Do Maximally Minimal classes carry their weight?

John J Barton johnjbarton at
Mon Apr 2 17:00:33 PDT 2012

Allen's original post on this thread offered two choices:
  1) extended object literals, (good building blocks).
  2) both, (because class gives 80% and thus they complement).
Erik and Tab are arguing for
  3) Min-max classes (we need 80%, not building blocks).
The current winner no one wants:
  4) do nothing.

Allen's large examples illustrates one point for me:  the class syntax
are not very big, compared to the other changes.

One important question for me: can the results of class syntax be used as
building blocks without the object-literal extensions? I mean: can the
built from class syntax be used meta-programming even if they are
not prefect tools for that purpose? Can the solution for 80% help with the
20% or at least no hinder?

I know this may be a difficult question to answer...


On Mon, Apr 2, 2012 at 2:39 PM, Erik Arvidsson <erik.arvidsson at>wrote:

> The main issue you will see if you do user studies on people trying to
> do OOP in JS is that the way to set up the prototype chain in ES3/5 is
> too hard. There is a reason why almost all JS libraries add ways to
> make this easier.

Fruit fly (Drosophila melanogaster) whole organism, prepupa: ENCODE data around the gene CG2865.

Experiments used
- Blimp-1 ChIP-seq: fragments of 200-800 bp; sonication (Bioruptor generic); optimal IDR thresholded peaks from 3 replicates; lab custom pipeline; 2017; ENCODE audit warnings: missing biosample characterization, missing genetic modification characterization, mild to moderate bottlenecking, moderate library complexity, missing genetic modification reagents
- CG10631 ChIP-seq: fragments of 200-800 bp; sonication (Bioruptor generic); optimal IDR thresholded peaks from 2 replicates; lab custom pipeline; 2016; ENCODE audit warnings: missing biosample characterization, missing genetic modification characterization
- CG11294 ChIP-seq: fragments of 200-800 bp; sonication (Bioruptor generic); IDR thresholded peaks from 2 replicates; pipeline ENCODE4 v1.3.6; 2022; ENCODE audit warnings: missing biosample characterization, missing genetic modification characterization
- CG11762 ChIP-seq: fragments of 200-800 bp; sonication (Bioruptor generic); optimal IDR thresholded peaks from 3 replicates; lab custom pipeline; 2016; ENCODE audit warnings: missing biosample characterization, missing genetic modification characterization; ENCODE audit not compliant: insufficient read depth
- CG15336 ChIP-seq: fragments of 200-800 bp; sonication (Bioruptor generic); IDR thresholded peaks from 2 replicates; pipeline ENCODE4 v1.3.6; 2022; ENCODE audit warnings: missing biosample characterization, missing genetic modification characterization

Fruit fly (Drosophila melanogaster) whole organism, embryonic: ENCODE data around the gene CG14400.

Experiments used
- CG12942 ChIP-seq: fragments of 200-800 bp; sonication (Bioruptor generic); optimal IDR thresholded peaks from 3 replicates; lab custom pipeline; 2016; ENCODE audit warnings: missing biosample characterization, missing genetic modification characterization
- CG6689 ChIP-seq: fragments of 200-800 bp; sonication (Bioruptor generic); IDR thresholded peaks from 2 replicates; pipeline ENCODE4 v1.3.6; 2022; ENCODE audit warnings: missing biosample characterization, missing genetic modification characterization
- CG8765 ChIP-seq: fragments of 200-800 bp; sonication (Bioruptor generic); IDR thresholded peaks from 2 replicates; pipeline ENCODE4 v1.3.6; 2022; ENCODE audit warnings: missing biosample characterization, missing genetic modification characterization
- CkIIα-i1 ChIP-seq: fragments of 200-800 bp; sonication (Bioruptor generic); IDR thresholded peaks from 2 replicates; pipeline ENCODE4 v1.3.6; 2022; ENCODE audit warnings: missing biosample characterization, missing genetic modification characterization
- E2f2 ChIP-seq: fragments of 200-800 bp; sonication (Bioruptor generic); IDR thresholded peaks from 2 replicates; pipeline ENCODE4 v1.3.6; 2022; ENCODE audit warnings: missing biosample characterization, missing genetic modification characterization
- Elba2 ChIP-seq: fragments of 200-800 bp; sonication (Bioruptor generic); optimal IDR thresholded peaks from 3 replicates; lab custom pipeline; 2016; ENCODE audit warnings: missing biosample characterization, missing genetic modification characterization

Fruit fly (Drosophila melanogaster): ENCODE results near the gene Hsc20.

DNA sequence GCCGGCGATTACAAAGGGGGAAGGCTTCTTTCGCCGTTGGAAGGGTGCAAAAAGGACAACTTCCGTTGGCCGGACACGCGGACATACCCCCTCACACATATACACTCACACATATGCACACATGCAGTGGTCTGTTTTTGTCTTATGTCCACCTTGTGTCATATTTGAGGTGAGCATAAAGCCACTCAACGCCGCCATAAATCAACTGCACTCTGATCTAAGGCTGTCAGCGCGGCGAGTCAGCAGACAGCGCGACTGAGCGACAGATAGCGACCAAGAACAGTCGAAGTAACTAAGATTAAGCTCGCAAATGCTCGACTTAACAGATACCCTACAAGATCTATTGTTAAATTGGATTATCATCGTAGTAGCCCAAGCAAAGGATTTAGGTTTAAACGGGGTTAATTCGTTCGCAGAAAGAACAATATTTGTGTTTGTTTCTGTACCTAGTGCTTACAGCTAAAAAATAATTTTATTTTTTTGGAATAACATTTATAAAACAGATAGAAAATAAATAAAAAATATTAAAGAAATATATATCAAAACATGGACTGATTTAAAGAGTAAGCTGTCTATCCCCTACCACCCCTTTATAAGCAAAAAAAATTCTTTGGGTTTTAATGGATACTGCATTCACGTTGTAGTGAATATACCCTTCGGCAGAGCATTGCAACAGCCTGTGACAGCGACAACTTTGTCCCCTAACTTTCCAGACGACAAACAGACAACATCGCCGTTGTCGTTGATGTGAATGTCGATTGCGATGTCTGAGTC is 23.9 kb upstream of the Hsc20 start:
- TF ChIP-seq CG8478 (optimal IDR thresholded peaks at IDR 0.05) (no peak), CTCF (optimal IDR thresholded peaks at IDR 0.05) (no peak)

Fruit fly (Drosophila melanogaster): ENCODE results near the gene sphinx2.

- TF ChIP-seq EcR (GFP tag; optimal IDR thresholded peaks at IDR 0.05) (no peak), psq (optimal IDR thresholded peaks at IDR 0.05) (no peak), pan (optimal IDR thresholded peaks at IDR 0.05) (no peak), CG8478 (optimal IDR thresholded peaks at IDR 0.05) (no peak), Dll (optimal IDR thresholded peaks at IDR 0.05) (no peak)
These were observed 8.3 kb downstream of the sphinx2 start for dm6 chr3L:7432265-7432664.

> With the "let C = B <| function() { ... }.prototype.{ ...
> }.constructor" pattern we are making the default pattern even harder
> to understand. Expecting people to get this is just too much to ask
> for.
> On Sat, Mar 31, 2012 at 10:40, Allen Wirfs-Brock <allen at>
> wrote:
> > What do you think?  Assuming that we will have some forms of enhanced
> object
> > literals in ES6, are max-min classes also worth the additional complexity
> > they add to the language?
> I think the code samples shows how much a dedicated class syntax can
> reduce the complexity, improves the readability and the intent of the
> code.
> Classes is a clear case of "Say what you mean!" whereas the
> let-triangle-function-prototype-monocle-mustache-constructor pattern
> is more like "I know how the internals work" which is hardly something
> we should be pushing for.
> --
> erik
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